In Deleuze’s own terms, there is no such thing as pure reason, only heterogeneous processes of rationalization, of actualizing an irrational potential: There is no metaphysics, but rather a politics of being. (Deleuze) For this reason, the method of speculative philosophy is the method of dramatization. It is a method that distributes events according to a logic that conditions the order of their intelligibility. As such it belongs to what in Difference and Repetition is referred to as the proper order of reasons: differentiation-individuation-dramatisation-differenciation. A book of philosophy, Deleuze famously writes in the preface, should be in part a very particular species of detective novel, in part a kind of science fiction. On the one hand, the creation of concepts cannot be separated from a problematic milieu or stage that matters practically; on the other hand, it seeks to deterritorialize this milieu by speculating on the quasi-causal intensity of its becoming-other.

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Meillassoux’s Principle of Unreason Towards an Intuition of the Absolute In-itself. Note Quote.

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The principle of reason such as it appears in philosophy is a principle of contingent reason: not only how philosophical reason concerns difference instead of identity, we but also why the Principle of Sufficient Reason can no longer be understood in terms of absolute necessity. In other words, Deleuze disconnects the Principle of Sufficient Reason from the ontotheological tradition no less than from its Heideggerian deconstruction. What remains then of Meillassoux’s criticism in After finitude: An Essay on the Necessity of Contigency that Deleuze no less than Hegel hypostatizes or absolutizes the correlation between thinking and being and thus brings back a vitalist version of speculative idealism through the back door?

At stake in Meillassoux’s criticism of the Principle of Sufficient Reason is a double problem: the conditions of possibility of thinking and knowing an absolute and subsequently the conditions of possibility of rational ideology critique. The first problem is primarily epistemological: how can philosophy justify scientific knowledge claims about a reality that is anterior to our relation to it and that is hence not given in the transcendental object of possible experience (the arche-fossil )? This is a problem for all post-Kantian epistemologies that hold that we can only ever know the correlate of being and thought. Instead of confronting this weak correlationist position head on, however, Meillassoux seeks a solution in the even stronger correlationist position that denies not only the knowability of the in itself, but also its very thinkability or imaginability. Simplified: if strong correlationists such as Heidegger or Wittgenstein insist on the historicity or facticity (non-necessity) of the correlation of reason and ground in order to demonstrate the impossibility of thought’s self-absolutization, then the very force of their argument, if it is not to contradict itself, implies more than they are willing to accept: the necessity of the contingency of the transcendental structure of the for itself. As a consequence, correlationism is incapable of demonstrating itself to be necessary. This is what Meillassoux calls the principle of factiality or the principle of unreason. It says that it is possible to think of two things that exist independently of thought’s relation to it: contingency as such and the principle of non-contradiction. The principle of unreason thus enables the intellectual intuition of something that is absolutely in itself, namely the absolute impossibility of a necessary being. And this in turn implies the real possibility of the completely random and unpredictable transformation of all things from one moment to the next. Logically speaking, the absolute is thus a hyperchaos or something akin to Time in which nothing is impossible, except it be necessary beings or necessary temporal experiences such as the laws of physics.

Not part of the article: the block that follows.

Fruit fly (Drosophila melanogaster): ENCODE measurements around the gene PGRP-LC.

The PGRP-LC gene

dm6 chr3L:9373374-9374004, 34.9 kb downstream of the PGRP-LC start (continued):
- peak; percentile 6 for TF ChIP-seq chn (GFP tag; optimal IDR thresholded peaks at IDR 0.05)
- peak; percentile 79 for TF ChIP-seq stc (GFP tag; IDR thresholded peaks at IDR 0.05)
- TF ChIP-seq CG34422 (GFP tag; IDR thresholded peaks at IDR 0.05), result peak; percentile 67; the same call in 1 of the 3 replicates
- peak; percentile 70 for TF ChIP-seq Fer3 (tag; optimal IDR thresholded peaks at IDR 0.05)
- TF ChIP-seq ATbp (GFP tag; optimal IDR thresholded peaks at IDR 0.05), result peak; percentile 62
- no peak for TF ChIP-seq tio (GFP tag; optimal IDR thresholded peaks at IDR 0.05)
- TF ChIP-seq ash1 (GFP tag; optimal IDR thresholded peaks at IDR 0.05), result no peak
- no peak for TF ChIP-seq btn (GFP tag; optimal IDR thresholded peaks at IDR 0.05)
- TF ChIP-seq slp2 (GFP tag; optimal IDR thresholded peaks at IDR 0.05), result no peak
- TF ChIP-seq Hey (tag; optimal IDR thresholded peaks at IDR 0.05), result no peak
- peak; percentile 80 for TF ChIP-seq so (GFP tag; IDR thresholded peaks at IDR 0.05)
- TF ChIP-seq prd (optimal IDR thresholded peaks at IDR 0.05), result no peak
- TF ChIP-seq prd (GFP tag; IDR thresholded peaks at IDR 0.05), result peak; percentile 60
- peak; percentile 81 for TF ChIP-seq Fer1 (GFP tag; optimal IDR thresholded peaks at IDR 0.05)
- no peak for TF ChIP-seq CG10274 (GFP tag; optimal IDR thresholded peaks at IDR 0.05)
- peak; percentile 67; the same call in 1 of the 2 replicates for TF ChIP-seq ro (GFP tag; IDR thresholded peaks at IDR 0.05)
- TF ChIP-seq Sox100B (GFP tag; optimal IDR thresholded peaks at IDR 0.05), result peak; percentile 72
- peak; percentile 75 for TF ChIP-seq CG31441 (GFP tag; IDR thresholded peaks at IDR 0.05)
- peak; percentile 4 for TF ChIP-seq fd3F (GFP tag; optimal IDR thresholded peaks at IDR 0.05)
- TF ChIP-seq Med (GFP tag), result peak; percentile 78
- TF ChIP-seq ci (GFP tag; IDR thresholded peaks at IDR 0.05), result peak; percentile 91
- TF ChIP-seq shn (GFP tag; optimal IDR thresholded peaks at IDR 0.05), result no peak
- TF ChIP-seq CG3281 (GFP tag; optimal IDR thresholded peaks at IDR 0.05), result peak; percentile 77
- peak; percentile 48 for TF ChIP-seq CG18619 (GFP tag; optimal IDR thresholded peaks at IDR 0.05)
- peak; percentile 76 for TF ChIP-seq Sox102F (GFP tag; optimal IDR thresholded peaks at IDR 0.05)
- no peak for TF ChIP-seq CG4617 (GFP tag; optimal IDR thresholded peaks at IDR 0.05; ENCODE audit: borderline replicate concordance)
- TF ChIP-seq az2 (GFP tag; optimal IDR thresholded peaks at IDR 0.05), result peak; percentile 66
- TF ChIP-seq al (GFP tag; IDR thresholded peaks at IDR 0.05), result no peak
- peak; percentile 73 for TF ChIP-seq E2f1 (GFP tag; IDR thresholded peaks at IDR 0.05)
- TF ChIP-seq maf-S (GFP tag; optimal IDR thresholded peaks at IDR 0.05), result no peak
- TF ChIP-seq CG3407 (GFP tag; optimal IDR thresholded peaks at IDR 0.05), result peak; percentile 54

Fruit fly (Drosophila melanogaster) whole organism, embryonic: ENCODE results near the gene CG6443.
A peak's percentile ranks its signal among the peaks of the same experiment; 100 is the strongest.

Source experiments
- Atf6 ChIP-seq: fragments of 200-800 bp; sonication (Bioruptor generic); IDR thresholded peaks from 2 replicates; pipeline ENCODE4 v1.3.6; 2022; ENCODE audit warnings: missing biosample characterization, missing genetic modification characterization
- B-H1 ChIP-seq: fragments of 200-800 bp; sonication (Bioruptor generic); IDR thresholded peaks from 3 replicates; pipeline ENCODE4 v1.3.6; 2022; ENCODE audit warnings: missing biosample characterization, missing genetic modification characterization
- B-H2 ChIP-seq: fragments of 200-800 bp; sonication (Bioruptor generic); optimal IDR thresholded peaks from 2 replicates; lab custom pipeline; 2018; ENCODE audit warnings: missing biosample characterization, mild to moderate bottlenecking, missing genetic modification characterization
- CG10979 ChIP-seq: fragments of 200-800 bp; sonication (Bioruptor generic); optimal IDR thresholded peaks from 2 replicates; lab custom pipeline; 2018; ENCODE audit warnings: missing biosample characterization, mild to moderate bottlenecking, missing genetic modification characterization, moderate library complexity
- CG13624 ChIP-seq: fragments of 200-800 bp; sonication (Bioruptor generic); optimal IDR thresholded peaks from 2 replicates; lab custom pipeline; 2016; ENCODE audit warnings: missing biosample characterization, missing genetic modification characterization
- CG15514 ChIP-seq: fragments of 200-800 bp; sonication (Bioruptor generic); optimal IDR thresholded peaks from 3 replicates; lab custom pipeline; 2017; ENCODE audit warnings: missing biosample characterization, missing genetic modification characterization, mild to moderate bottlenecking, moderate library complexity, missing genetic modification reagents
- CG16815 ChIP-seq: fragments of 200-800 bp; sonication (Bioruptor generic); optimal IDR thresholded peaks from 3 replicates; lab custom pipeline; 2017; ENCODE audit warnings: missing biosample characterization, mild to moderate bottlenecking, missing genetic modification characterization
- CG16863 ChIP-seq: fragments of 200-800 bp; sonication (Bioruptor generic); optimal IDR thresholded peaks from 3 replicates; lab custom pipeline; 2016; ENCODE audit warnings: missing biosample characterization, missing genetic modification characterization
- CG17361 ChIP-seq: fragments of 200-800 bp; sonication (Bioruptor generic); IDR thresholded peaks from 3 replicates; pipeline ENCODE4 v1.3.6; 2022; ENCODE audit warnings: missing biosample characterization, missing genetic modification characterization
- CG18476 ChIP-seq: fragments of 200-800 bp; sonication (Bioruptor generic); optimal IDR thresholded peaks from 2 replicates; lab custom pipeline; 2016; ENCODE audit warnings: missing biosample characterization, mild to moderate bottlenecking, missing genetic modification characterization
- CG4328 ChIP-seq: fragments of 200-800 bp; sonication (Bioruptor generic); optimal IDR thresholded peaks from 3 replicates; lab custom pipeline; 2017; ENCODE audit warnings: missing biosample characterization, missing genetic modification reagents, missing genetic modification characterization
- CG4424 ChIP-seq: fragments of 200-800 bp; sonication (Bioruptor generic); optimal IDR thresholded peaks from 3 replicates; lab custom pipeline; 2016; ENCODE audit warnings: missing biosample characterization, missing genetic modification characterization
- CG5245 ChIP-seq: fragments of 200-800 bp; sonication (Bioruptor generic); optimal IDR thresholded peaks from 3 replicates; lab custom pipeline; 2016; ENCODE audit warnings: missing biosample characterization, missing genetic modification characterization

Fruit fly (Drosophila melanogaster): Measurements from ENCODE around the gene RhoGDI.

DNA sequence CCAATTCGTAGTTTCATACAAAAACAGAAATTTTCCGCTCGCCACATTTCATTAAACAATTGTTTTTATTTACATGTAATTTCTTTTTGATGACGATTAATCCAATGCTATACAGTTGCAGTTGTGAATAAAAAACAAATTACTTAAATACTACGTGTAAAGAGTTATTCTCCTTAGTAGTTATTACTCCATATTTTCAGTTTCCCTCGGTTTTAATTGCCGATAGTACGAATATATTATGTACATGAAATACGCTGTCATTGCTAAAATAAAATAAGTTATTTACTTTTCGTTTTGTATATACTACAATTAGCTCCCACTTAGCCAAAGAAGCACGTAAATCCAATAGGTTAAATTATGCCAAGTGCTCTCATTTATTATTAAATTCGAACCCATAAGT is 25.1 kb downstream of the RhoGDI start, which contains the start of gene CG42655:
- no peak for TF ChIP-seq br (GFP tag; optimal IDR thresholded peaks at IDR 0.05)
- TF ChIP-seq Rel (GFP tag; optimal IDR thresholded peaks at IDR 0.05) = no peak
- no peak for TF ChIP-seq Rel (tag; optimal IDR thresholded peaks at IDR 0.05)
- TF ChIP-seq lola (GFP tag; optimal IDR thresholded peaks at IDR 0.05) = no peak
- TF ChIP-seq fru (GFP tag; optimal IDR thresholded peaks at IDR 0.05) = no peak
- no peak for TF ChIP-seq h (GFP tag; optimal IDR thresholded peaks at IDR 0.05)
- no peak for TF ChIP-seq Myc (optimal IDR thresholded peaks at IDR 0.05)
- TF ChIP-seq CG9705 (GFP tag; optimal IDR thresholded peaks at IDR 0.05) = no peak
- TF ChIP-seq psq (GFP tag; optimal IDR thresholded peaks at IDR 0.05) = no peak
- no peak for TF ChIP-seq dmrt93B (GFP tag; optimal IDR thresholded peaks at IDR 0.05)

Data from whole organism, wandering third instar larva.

There is, moreover, nothing mysterious about this chaos. Contingency, and Meillassoux consistently refers to this as Hume’s discovery, is a purely logical and rational necessity, since without the principle of non-contradiction not even the principle of factiality would be absolute. It is thus a rational necessity that puts the Principle of Sufficient Reason out of action, since it would be irrational to claim that it is a real necessity as everything that is is devoid of any reason to be as it is. This leads Meillassoux to the surprising conclusion that [t]he Principle of Sufficient Reason is thus another name for the irrational… The refusal of the Principle of Sufficient Reason is not the refusal of reason, but the discovery of the power of chaos harboured by its fundamental principle (non-contradiction). (Meillassoux 2007: 61) The principle of factiality thus legitimates or founds the rationalist requirement that reality be perfectly amenable to conceptual comprehension at the same time that it opens up [a] world emancipated from the Principle of Sufficient Reason (Meillassoux) but founded only on that of non-contradiction.